There is a formal online petition requesting a second referendum. If this petition is genuine and not the result of fraudulent computer hacking, it is the most extraordinary phenomenon: as I write these words it stands, only a few days after the vote itself, at over four million signatures. However if Parliament were to exercise its responsibility in voting down a proposal to trigger the Article 50 procedure, no second referendum would be necessary.

Some have suggested that a following general election, in which each MP made clear his or her standpoint on Remain or Leave, would provide a definitive conclusion to Parliament’s decision on the matter. However this is not constitutionally necessary: Parliament is sovereign: an election would merely prolong uncertainty.

One of the most important reasons why Parliament must take a bold sovereign stand on the outcome of this small-majority advisory referendum, is the interests of the young. We know that the Remain and Leave votes divided along the fault lines of age, educational level, and geography. There is every reason to urge that the wishes and interests of the young – the younger, more aspirational creators of the country’s future – should be given most weight. Parliament should protect those interests and respect those wishes. Some say that any among the young who could vote but did not, have only themselves to blame. This argument will not do. Those young people might have legitimately thought that their elders would not be so foolish as to betray the future by a ‘Brexit’ vote. But punishing them with a ‘Brexit’ is not the right response. The sober judgment of Parliament should be on their side.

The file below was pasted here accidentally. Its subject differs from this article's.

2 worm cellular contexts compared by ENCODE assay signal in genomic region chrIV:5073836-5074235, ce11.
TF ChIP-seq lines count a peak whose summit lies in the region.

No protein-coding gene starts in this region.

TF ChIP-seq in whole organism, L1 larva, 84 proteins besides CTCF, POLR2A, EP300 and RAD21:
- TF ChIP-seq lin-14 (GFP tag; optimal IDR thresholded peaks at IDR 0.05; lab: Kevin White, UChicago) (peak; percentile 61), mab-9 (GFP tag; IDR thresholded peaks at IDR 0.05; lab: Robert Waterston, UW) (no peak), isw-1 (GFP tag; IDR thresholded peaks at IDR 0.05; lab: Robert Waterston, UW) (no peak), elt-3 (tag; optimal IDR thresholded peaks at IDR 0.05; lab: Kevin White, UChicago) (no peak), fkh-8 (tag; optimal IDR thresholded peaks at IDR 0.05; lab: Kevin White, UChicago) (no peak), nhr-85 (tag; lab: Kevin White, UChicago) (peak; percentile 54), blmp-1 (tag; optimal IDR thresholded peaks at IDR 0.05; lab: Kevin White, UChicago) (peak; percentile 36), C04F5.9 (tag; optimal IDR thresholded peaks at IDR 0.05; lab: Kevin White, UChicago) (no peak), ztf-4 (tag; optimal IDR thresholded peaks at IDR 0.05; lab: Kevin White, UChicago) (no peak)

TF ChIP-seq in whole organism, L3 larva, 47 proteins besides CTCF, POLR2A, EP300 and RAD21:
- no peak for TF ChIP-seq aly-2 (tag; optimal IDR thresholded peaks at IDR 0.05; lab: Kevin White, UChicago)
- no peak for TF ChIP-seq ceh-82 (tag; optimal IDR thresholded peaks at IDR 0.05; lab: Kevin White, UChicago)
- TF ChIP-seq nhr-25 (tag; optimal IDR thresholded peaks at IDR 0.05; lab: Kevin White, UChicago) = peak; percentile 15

You might think that Parliament’s discretion not to trigger the Article 50 procedure would leave matters hanging in the air, with continued uncertainty and the instability and political upheaval that it would bring.

Not so.

In debating and voting on whether to trigger the Article 50 procedure, it can be made clear that Parliament has noted

  • the outcome of the advisory referendum,
  • the small size of the majority of actual votes cast (thus, not the majority of the electorate),
  • the circumstances of the campaigns,
  • the consequences both already actual and in prospect, for the future interest, unity and prosperity of the UK,
  • and the impact on our neighbours in Europe:

and that it is exercising its democratic duty to take a view and to vote accordingly. If the vote is to not trigger the ‘Brexit’ procedure, our partners in Europe can be informed and normality can be restored.

The EU is flawed and has problems. But as a powerful member of one of the three great blocs in the world, the UK can do much to help it get better, and to work within it to help all its members realize the great ideals of peace, prosperity and co-operation for which the EU exists.

Let us not absent ourselves from this beautiful endeavour. Let us not injure it by refusing to be part of it, thereby also damaging ourselves and the hopes of our young.

Please – you have both the ability and the duty to use your own discretion in this matter. I very respectfully urge you to use the first and obey the second. The future truly depends on it.

Yours sincerely,

Professor A. C. Grayling

Master of the College